What is in this article?:
- Yum lowers 4Q sales guidance for China a second time
- Waiting out a media storm
Sales and traffic for KFC China decreased significantly in December following consumer reaction to a government review of China's poultry supply.
Waiting out a media storm
Two other analysts covering Yum, David Tarantino of Robert W. Baird & Co. and Sara Senatore of Bernstein Research, wrote that Yum China ultimately could withstand the short-term decrease in sales if thecontroversy blows over and the company gets to clarify its role in it.
“While negative media coverage of the chicken supply issues clouds the short-term outlook, particularly around high-volume Chinese New Year periods,” Tarantino wrote, “we are optimistic that KFC China will not see a long-lasting impact given the brand’s strong positioning with Chinese consumers and given Yum’s track record of successfully navigating through similar issues in the past.”
Tarantino was referring to a similar case of negative publicity for KFC China in 2005, when the chain was implicated in the Chinese food industry’s illegal use of a carcinogenic red dye.
Senatore wrote that the precedent from the controversy surrounding the red dye — which had existed in trace amounts in seasoning for two “New Orleans”-style chicken products — suggests that KFC China’s sales could similarly recover from a sharp negative turn as they did eight years ago.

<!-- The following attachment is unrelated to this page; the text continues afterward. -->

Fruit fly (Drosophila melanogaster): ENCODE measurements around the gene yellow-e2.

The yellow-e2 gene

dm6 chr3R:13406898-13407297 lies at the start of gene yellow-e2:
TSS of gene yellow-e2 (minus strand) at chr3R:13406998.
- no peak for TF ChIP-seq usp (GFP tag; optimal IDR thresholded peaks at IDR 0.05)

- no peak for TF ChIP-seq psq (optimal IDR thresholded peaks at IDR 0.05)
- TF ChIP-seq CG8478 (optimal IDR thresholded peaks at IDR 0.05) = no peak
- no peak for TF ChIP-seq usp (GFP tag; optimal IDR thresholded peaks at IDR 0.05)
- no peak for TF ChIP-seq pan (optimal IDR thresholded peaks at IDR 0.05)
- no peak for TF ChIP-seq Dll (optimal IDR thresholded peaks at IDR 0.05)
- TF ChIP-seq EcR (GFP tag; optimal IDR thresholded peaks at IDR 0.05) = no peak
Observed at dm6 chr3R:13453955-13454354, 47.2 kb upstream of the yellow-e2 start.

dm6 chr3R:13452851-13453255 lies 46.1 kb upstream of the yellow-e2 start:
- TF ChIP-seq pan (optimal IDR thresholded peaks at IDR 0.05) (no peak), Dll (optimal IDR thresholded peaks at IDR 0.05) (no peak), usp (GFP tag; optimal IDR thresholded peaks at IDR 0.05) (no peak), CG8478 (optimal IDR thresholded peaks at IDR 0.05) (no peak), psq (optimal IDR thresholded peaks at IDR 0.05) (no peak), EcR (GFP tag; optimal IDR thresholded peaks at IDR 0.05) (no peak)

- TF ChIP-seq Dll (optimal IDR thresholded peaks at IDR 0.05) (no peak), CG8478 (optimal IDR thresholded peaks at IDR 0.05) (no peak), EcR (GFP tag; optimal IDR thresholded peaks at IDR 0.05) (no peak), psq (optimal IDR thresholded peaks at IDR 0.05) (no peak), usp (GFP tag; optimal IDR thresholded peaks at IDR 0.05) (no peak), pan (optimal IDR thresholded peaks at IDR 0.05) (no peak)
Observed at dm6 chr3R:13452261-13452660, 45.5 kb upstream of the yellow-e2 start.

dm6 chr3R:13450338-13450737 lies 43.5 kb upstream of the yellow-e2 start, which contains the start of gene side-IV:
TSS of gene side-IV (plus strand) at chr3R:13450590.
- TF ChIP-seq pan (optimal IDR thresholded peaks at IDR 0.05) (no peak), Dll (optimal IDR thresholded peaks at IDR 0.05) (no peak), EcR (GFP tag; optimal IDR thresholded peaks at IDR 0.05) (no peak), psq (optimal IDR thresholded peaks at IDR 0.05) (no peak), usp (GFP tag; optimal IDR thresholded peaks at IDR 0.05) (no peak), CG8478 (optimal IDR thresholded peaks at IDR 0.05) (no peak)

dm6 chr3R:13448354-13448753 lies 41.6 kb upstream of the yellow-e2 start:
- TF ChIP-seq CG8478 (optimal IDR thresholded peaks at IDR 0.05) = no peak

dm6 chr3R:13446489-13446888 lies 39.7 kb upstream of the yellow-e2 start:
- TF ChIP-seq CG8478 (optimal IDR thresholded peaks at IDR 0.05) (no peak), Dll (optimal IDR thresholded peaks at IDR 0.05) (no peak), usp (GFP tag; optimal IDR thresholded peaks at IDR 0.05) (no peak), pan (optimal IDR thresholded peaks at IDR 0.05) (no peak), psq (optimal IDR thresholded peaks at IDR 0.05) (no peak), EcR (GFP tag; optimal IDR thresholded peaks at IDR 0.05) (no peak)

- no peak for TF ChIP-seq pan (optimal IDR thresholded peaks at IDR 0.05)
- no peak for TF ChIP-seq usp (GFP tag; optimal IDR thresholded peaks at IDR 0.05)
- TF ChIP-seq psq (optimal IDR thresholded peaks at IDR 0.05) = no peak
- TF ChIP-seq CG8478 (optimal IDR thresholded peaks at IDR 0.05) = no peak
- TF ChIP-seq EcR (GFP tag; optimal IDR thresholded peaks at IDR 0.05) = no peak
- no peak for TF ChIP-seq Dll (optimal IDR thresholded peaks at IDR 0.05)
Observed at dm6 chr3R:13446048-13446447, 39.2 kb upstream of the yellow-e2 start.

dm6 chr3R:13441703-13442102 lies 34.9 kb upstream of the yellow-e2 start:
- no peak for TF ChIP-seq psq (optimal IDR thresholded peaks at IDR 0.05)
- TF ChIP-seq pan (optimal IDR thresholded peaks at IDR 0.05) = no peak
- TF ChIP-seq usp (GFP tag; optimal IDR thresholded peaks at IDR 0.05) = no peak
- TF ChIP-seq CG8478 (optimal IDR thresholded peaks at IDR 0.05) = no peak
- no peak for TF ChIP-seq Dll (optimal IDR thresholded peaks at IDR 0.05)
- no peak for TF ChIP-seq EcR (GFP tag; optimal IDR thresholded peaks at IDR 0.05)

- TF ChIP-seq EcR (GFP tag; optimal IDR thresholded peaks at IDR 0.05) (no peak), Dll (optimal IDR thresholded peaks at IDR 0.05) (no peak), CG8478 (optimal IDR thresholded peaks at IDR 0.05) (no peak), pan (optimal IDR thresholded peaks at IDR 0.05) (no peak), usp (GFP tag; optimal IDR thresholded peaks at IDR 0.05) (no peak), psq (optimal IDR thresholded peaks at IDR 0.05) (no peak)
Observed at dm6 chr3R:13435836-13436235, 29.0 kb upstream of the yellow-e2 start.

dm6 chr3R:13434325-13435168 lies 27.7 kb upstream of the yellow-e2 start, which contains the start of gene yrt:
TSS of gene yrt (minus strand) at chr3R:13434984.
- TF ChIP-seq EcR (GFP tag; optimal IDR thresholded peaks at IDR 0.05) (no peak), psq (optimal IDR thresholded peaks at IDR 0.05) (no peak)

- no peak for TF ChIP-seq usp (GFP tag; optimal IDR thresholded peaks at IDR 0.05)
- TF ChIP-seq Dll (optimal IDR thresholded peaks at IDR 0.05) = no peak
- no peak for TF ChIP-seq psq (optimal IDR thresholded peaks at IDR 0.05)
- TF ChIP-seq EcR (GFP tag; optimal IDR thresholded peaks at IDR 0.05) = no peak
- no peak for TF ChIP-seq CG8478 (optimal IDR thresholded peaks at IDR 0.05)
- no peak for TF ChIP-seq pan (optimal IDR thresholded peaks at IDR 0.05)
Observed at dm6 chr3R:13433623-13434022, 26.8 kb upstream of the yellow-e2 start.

“We view the current negative publicity as a near-term headwind that will ultimately subside,” she wrote. “We remain confident in Yum’s long-term growth trajectory. … The issue is negative publicity, not the integrity of Yum’s actual supply chain.”
But Bryan Elliott of Raymond James & Associates pointed out in another research note that the red dye situation in 2005, combined with an avian-flu scare soon after, contributed to four consecutive quarters of same-store sales declines. So far, authorities have held Yum back from a more vigorous defense of its supply chain practices, meaning the company could be running out of time to manage its public-relations problems, Elliott noted.
“We believe the company is awaiting clearance from the government before it is able to tell its story to the Chinese public,” he wrote. “We also suspect this clearance could be on hold until the closure of the government’s own investigation. If so, it could be some time before the company is able to meaningfully respond to the negative publicity.”
Including the more than 5,400 restaurants it has in China, Yum operates or franchises more than 38,000 outlets of KFC, Pizza Hut and Taco Bell in more than 120 countries and territories.